A new WRAP report says a 12% reduction in the carbon impact of clothing has been negated by a 13% rise in the volume of textiles produced and sold.
WRAP’s Textiles 2030 Annual Progress Report shows that brands signed up to the environmental voluntary agreement have reduced the carbon impact of the textiles they produce by 12% and water by 4% on a per tonne basis between 2019 and 2022.
Global climate action NGO (non-governmental organisation) WRAP says the reductions were possible through actions taken to improve sustainability in design and manufacturing, and by increasing the amount of clothes reused and recycled.
However, WRAP has warned that these reductions are being cancelled out because of a 13% increase in the volume of textiles produced and sold. WRAP says increased production has reduced the actual carbon reduction to just 2%.
Through Textiles 2030, twenty-six brands and retailers have committed to reducing carbon emissions, improving water stewardship and making the clothing and textiles sector more circular. Signatories include ASOS, ASDA, M&S, Frasers, Primark, and Dunelm, who have all pledged to slash the environmental impacts of their products.
According to WRAP’s report, the use of recycled polyester and polyamide is rising year-on-year, helping to reduce the number of products made of virgin materials, and there have been improvements in durability and design for recycling in the second full year of the voluntary agreement.
71% of cotton used by signatories now comes from improved sources, mainly through the Better Cotton Initiative (BCI) and Cotton Connect’s REEL Cotton Programme, WRAP says.
WRAP says its insights show that designing for longer life and increasing the use of recycled fibres could achieve greater savings and uptake of recycled fibres could reduce the total carbon footprint by 12% and water by 18% for signatories.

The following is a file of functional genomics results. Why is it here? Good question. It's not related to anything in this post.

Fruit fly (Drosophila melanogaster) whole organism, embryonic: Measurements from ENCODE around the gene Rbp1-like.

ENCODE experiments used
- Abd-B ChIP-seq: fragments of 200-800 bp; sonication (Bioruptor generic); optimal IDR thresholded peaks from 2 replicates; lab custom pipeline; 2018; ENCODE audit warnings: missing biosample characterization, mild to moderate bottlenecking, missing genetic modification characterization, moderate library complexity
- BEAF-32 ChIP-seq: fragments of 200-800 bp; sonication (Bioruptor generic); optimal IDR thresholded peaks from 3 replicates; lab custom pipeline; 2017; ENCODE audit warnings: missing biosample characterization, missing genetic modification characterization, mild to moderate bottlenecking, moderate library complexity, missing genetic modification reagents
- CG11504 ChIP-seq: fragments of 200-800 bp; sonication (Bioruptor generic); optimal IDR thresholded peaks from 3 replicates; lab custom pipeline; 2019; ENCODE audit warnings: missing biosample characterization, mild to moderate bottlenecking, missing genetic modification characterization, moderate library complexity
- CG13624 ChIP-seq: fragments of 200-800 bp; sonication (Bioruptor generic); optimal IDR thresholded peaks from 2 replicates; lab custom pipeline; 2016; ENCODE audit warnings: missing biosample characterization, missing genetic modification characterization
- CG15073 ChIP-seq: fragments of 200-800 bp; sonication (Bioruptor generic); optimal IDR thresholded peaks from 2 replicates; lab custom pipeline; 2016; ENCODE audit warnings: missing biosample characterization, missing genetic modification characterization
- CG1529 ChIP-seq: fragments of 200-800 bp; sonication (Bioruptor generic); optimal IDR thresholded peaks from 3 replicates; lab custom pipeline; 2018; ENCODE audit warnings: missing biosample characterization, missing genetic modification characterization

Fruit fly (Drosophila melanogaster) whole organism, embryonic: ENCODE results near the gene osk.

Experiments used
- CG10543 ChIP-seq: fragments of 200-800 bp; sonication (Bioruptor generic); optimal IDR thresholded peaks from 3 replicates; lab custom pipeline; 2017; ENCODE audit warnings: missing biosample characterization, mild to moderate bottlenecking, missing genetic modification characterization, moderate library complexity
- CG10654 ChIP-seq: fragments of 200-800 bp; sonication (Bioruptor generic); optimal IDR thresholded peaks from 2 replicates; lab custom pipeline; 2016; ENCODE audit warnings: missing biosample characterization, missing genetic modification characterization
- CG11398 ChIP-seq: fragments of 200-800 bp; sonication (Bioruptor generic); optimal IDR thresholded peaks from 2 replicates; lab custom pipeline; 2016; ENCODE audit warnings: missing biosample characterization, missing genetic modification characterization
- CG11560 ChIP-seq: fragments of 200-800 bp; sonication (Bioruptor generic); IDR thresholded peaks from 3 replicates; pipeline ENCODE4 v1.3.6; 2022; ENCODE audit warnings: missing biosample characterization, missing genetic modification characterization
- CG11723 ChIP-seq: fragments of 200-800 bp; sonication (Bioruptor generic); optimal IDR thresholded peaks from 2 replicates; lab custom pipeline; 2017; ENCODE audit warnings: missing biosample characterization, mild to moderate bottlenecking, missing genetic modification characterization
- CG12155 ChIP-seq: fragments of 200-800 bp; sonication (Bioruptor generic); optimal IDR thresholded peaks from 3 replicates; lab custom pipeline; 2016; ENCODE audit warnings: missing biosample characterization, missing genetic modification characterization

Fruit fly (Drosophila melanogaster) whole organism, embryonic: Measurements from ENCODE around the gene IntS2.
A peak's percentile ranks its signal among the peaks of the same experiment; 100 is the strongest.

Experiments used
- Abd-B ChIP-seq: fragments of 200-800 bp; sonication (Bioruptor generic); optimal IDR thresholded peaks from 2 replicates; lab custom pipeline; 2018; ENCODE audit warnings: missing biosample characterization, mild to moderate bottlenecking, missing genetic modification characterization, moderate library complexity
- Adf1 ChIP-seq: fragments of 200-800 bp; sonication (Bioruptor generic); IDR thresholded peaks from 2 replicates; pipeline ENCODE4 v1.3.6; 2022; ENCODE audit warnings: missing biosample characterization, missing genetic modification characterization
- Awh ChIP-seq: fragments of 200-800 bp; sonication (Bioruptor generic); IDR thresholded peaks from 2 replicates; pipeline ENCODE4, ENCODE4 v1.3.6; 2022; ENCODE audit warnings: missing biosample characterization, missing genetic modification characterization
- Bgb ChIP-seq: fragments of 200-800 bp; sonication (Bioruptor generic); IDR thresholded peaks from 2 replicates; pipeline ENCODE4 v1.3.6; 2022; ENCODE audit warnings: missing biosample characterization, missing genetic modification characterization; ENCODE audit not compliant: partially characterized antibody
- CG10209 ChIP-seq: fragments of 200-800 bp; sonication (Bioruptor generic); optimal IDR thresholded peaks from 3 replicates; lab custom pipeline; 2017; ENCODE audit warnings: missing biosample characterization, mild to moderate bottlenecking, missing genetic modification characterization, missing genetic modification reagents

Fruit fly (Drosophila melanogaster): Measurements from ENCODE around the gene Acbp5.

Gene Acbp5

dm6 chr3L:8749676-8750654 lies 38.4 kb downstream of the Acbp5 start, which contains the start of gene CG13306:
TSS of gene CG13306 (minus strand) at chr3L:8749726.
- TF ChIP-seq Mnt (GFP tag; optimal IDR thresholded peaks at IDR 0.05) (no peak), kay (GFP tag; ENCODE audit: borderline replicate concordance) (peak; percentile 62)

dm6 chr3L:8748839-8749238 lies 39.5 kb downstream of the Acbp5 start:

Data shows that while on a “per-tonne” basis water use fell by 4% by 2022, WRAP says, but was cancelled out by the 13% increase in textiles produced and sold since 2019. Higher production rates meant water use increased by 8%, totalling 3.1 billion m³, WRAP says.
We need sustainable design, sustainable business models, and more sustainable ways of buying and using clothes from more businesses.
Catherine David, Director of Behaviour Change and Business Programmes at WRAP, commented: “If we hope to get anywhere near achieving the critical goals of the Paris Agreement, we must get serious about textiles and everyone has a role to play.
“We need sustainable design, sustainable business models, and more sustainable ways of buying and using clothes from more businesses. But production is clearly the key issue, and the onus is on businesses to make preloved part of their portfolio, so it’s accessible, easy and fun.
“Through Textiles 2030, many brands and retailers are already taking action, but there is a long way to go, and many more businesses who need to join us on this journey.”
While WRAP says it is pleased with efforts made by signatories, it warns that production must “urgently be addressed” to meet its targets and keep the UK on course for its part in delivering the Paris Accord.
The NGO wants businesses to design clothes for a longer life that include more recycled content. This also includes adopting less water-intensive alternatives to conventional cotton, such as organic, regenerative, or recycled cotton.
A greater number of take-back schemes are operating in partnership with brands and retailers in the UK, which WRAP says has doubled the volumes of used textiles collected and sold for reuse or recycling between 2019 and 2022, now totalling 39,000 tonnes.
However, second-hand products make up just 9% of textiles placed on the market, according to WRAP. Alongside this, reuse and recycling signatories collected and handled 233,500 tonnes of used textiles, an increase of 8% since 2019.